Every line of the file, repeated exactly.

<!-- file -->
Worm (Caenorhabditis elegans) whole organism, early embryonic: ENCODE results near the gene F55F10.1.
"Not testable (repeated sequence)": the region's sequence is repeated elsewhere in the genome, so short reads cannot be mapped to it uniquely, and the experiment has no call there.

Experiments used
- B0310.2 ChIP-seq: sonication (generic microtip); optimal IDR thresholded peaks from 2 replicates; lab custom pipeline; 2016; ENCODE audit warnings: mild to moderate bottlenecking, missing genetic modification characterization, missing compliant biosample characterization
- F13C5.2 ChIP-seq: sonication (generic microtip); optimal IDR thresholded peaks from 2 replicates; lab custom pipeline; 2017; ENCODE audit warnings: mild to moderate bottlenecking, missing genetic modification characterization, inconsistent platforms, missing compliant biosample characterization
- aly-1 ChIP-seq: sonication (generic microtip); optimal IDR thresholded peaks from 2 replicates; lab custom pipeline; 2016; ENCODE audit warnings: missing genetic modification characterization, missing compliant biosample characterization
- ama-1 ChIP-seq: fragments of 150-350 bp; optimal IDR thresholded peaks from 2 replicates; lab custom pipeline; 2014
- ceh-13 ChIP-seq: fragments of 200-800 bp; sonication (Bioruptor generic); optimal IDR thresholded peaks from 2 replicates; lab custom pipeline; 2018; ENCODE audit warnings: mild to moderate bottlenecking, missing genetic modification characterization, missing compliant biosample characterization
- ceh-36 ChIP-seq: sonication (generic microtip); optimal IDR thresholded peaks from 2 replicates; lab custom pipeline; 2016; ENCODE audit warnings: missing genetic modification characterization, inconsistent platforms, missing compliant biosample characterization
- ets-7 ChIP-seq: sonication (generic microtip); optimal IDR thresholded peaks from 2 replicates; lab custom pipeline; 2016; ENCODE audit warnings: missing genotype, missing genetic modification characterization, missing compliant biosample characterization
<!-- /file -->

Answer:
Worm (Caenorhabditis elegans) whole organism, early embryonic: ENCODE results near the gene F55F10.1.
"Not testable (repeated sequence)": the region's sequence is repeated elsewhere in the genome, so short reads cannot be mapped to it uniquely, and the experiment has no call there.

Experiments used
- B0310.2 ChIP-seq: sonication (generic microtip); optimal IDR thresholded peaks from 2 replicates; lab custom pipeline; 2016; ENCODE audit warnings: mild to moderate bottlenecking, missing genetic modification characterization, missing compliant biosample characterization
- F13C5.2 ChIP-seq: sonication (generic microtip); optimal IDR thresholded peaks from 2 replicates; lab custom pipeline; 2017; ENCODE audit warnings: mild to moderate bottlenecking, missing genetic modification characterization, inconsistent platforms, missing compliant biosample characterization
- aly-1 ChIP-seq: sonication (generic microtip); optimal IDR thresholded peaks from 2 replicates; lab custom pipeline; 2016; ENCODE audit warnings: missing genetic modification characterization, missing compliant biosample characterization
- ama-1 ChIP-seq: fragments of 150-350 bp; optimal IDR thresholded peaks from 2 replicates; lab custom pipeline; 2014
- ceh-13 ChIP-seq: fragments of 200-800 bp; sonication (Bioruptor generic); optimal IDR thresholded peaks from 2 replicates; lab custom pipeline; 2018; ENCODE audit warnings: mild to moderate bottlenecking, missing genetic modification characterization, missing compliant biosample characterization
- ceh-36 ChIP-seq: sonication (generic microtip); optimal IDR thresholded peaks from 2 replicates; lab custom pipeline; 2016; ENCODE audit warnings: missing genetic modification characterization, inconsistent platforms, missing compliant biosample characterization
- ets-7 ChIP-seq: sonication (generic microtip); optimal IDR thresholded peaks from 2 replicates; lab custom pipeline; 2016; ENCODE audit warnings: missing genotype, missing genetic modification characterization, missing compliant biosample characterization